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By Gallagher and Schleicher

As you may have heard, we have been banned from the editorial pages of the Waco Tribune-Herald. Okay, so the ban is entirely self-imposed and temporary. In other words, just the sort of non-censorship that President Trump would irrationally gripe about if it involved him. We’re not here to do that, but we did wish to note our initial dismay at Sunday’s column by fellow Trib Board of Contributor member Gordon Robinson. (For U.S. readers, here’s a link to his column.)

To put it mildly, we were perplexed by his reaction to the national outpouring of protests in response to the death of George Floyd. It initially struck us as exactly the sort of tone deaf, one-sided, overheated rhetoric the nation needs right now like a poke in the eye.

For example, Mr. Robinson wrote that the “so-called ‘peaceful protestors’” were in fact “anarchistic, arsonist rioters and looters.” Those of us who sympathize with the protests were labeled “just part of the problem” and likely to be “Antifa” [i.e., members of the perceived Anti-Fascist movement].

With we two Davids separately having attended related protests in Waco and London—both completely absent of rioting and looting—we diagnosed a severe case of Fox News Poisoning Syndrome. Coming from someone who earlier seemed at least somewhat aware of Trump’s shortcomings, the column came across as a bit out of character. For it fully fell prey to the President’s “lump them all together, send in the troops, and let God sort them out” sort of approach to the current American anguish.

Mr. Robinson (as is true with his entire family) more typically is well known around Waco for his generosity to others. He also once was part of helping the Waco Trib gain the benefit of local ownership. Some had taken that to be a hint he understood the value of a spectrum of views. But then we read this Sunday’s column. Wow.

Make no mistake about it, we do oppose looting and rioting—whether it is by “thugs” on the street of a Macy’s on W. 34th in Manhattan or any “thugs” at the not-too-distant-from-there Wall Street (i.e., of the sort leading to the 2008 financial meltdown). But a people riven by grief, frustration and fear need messages of understanding, reassurance and unity. Not mangled metaphors and what one fairly might consider “Profa” sentiments.

Surely the hundreds of thousands of protestors around the country of all colors, genders, and faiths, from across the political spectrum, and at times even including law enforcement officers themselves, are not all anarchists bent on destruction of American society. Are we to believe Mitt Romney and Archbishop Wilton Gregory are riotous revolutionaries?

Then—just when we were at our most perplexed—it hit us. It’s satire. Boy did we suddenly feel stupid for not seeing it sooner. At last, the joke’s on us.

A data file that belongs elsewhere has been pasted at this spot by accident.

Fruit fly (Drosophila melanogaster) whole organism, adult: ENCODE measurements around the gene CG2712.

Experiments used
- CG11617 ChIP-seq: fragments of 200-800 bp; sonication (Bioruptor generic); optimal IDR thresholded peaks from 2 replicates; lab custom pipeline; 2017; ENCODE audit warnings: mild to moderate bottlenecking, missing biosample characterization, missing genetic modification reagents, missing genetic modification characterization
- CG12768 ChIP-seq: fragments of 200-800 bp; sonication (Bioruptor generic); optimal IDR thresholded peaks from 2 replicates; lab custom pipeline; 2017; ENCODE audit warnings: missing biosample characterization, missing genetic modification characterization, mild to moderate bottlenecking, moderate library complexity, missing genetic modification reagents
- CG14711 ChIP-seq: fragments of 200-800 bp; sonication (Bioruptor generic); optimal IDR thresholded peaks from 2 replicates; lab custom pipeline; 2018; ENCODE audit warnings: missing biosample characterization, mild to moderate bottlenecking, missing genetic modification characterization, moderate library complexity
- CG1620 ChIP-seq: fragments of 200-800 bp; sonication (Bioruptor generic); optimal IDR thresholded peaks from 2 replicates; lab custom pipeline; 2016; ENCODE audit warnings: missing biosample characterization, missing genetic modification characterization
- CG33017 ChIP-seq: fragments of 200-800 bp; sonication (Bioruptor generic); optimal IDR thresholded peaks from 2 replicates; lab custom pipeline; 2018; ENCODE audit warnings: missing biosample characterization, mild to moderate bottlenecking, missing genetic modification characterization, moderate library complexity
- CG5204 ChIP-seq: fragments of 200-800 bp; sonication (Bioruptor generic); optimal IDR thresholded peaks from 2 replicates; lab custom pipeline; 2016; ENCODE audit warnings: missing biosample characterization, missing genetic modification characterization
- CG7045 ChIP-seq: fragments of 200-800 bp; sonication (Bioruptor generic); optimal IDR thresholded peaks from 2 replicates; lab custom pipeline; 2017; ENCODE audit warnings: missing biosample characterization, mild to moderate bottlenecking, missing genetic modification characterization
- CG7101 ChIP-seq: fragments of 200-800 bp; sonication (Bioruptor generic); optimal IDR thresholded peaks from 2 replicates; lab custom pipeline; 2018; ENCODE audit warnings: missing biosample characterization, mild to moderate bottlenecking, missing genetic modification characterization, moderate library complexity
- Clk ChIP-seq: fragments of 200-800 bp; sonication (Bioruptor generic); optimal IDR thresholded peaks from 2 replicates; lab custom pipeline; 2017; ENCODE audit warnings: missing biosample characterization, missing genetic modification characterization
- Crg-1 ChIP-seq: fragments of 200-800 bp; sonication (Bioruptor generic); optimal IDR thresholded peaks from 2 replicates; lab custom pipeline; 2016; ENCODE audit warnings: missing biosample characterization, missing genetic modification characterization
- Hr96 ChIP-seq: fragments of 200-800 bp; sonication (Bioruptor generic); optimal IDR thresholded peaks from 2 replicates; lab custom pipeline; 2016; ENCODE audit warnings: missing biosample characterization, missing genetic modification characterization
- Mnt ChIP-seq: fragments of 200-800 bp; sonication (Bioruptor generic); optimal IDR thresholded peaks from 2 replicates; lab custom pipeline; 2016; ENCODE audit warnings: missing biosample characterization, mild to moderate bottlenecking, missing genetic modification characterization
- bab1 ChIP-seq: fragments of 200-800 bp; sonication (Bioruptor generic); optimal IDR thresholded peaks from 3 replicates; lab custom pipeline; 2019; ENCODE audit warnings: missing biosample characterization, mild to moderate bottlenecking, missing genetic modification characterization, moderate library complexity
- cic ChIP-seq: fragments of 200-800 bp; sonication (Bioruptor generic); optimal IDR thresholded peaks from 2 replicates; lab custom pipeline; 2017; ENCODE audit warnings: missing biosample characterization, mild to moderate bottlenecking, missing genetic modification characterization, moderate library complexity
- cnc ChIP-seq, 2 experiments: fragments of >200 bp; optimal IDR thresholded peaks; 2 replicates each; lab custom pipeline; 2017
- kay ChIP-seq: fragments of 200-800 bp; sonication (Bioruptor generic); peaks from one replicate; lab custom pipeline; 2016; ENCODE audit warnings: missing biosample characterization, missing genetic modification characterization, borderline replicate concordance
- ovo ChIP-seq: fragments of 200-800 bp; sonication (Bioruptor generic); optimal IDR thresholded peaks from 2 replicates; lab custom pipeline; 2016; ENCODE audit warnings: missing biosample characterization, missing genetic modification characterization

Mr. Robinson’s column is in fact a brilliant takedown of overreaching power and authoritarian justifications for brutality and constitutional desecration. As students of satire ourselves, we humbly set down our pens. Or keyboards. We urge you to re-read his piece, this time with the sort of nasal, sniffling tone the President would use and you will get the full impact of it all.

When historians write of the death of the Republican Party, this is just the sort of piece that students will study, much as our high school teachers subjected us to “A Modest Proposal.”

When the youth of America turn out to vote in record numbers, and African-Americans resist having their votes again suppressed, sending Trump to his well-earned political grave, we’ll look back and know it was all predicted. Cleverly prophesied at that, by one of Waco’s own.

These seem the last days of the Republican Party, as it finally has revealed its true colors—or lack thereof. There remains no doubt the party of Trump has outlived the nobility of its Lincoln days and the tent-expanding efforts of its Bush years. As George Will, many retired generals, and protestors around the world have warned us, Trump’s a fundamental threat to American democracy.

As the Sunday column from Gordon Robinson pointedly reminds us, many times it takes clever satire to make a point that otherwise won’t get heard. Bravo!


David Gallagher is a transplanted Texan, living and working in London and tweeting at @TBoneGallagher. David Schleicher is an attorney who has represented federal law enforcement officers around the country for over 20 years. You can find their earlier and future columns at To receive their free columns via email sign up here or email them: Visit/Like on Facebook via this link


  1. I readily admit l barely know how to use my phone for anything other than calls. Thanks for bearing with me. I really enjoy your subtle (😉) sense of humor. Love you guys.Sent from my Sprint Samsung Galaxy S7.

    Liked by 1 person

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